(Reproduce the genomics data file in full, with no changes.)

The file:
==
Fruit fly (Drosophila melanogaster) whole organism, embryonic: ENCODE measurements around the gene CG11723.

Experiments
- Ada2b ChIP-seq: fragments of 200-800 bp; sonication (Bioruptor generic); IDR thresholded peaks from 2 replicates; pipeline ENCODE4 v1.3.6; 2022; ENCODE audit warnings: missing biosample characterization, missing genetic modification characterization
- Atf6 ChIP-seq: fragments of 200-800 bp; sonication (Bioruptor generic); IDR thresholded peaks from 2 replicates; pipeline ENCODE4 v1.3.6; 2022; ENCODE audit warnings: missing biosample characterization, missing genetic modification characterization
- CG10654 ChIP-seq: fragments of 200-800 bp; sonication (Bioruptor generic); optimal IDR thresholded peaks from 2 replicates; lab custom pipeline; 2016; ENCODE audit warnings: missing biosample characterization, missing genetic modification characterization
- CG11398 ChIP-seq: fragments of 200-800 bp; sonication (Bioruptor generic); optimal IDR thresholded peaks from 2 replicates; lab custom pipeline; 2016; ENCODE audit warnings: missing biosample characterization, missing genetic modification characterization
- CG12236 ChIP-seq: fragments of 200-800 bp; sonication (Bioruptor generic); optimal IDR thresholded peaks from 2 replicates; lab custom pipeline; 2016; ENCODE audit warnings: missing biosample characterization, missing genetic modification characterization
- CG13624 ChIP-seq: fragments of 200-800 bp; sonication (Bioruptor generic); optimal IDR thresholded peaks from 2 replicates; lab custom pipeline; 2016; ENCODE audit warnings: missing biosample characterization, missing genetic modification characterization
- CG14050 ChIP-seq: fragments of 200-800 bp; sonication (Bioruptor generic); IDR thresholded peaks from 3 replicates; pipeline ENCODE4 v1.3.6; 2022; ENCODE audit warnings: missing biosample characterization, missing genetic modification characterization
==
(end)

Fruit fly (Drosophila melanogaster) whole organism, embryonic: ENCODE measurements around the gene CG11723.

Experiments
- Ada2b ChIP-seq: fragments of 200-800 bp; sonication (Bioruptor generic); IDR thresholded peaks from 2 replicates; pipeline ENCODE4 v1.3.6; 2022; ENCODE audit warnings: missing biosample characterization, missing genetic modification characterization
- Atf6 ChIP-seq: fragments of 200-800 bp; sonication (Bioruptor generic); IDR thresholded peaks from 2 replicates; pipeline ENCODE4 v1.3.6; 2022; ENCODE audit warnings: missing biosample characterization, missing genetic modification characterization
- CG10654 ChIP-seq: fragments of 200-800 bp; sonication (Bioruptor generic); optimal IDR thresholded peaks from 2 replicates; lab custom pipeline; 2016; ENCODE audit warnings: missing biosample characterization, missing genetic modification characterization
- CG11398 ChIP-seq: fragments of 200-800 bp; sonication (Bioruptor generic); optimal IDR thresholded peaks from 2 replicates; lab custom pipeline; 2016; ENCODE audit warnings: missing biosample characterization, missing genetic modification characterization
- CG12236 ChIP-seq: fragments of 200-800 bp; sonication (Bioruptor generic); optimal IDR thresholded peaks from 2 replicates; lab custom pipeline; 2016; ENCODE audit warnings: missing biosample characterization, missing genetic modification characterization
- CG13624 ChIP-seq: fragments of 200-800 bp; sonication (Bioruptor generic); optimal IDR thresholded peaks from 2 replicates; lab custom pipeline; 2016; ENCODE audit warnings: missing biosample characterization, missing genetic modification characterization
- CG14050 ChIP-seq: fragments of 200-800 bp; sonication (Bioruptor generic); IDR thresholded peaks from 3 replicates; pipeline ENCODE4 v1.3.6; 2022; ENCODE audit warnings: missing biosample characterization, missing genetic modification characterization